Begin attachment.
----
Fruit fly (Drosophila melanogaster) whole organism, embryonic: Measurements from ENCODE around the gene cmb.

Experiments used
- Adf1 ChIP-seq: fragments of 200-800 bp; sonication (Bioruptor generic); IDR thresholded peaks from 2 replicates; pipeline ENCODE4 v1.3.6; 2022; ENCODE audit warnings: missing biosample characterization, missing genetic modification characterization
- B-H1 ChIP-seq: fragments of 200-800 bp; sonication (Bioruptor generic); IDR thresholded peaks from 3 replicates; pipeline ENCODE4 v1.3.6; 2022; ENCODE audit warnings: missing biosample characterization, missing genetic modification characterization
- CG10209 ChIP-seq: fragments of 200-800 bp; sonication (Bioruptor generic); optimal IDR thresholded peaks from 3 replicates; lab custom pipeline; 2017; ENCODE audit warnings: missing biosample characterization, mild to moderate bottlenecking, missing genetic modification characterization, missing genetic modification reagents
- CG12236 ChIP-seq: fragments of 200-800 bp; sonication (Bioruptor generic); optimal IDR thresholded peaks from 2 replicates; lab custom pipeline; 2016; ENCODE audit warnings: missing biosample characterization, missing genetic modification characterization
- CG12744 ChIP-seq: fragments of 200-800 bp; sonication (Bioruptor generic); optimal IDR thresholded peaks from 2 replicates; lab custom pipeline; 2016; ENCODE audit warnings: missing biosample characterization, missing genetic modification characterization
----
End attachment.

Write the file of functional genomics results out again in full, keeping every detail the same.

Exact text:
Fruit fly (Drosophila melanogaster) whole organism, embryonic: Measurements from ENCODE around the gene cmb.

Experiments used
- Adf1 ChIP-seq: fragments of 200-800 bp; sonication (Bioruptor generic); IDR thresholded peaks from 2 replicates; pipeline ENCODE4 v1.3.6; 2022; ENCODE audit warnings: missing biosample characterization, missing genetic modification characterization
- B-H1 ChIP-seq: fragments of 200-800 bp; sonication (Bioruptor generic); IDR thresholded peaks from 3 replicates; pipeline ENCODE4 v1.3.6; 2022; ENCODE audit warnings: missing biosample characterization, missing genetic modification characterization
- CG10209 ChIP-seq: fragments of 200-800 bp; sonication (Bioruptor generic); optimal IDR thresholded peaks from 3 replicates; lab custom pipeline; 2017; ENCODE audit warnings: missing biosample characterization, mild to moderate bottlenecking, missing genetic modification characterization, missing genetic modification reagents
- CG12236 ChIP-seq: fragments of 200-800 bp; sonication (Bioruptor generic); optimal IDR thresholded peaks from 2 replicates; lab custom pipeline; 2016; ENCODE audit warnings: missing biosample characterization, missing genetic modification characterization
- CG12744 ChIP-seq: fragments of 200-800 bp; sonication (Bioruptor generic); optimal IDR thresholded peaks from 2 replicates; lab custom pipeline; 2016; ENCODE audit warnings: missing biosample characterization, missing genetic modification characterization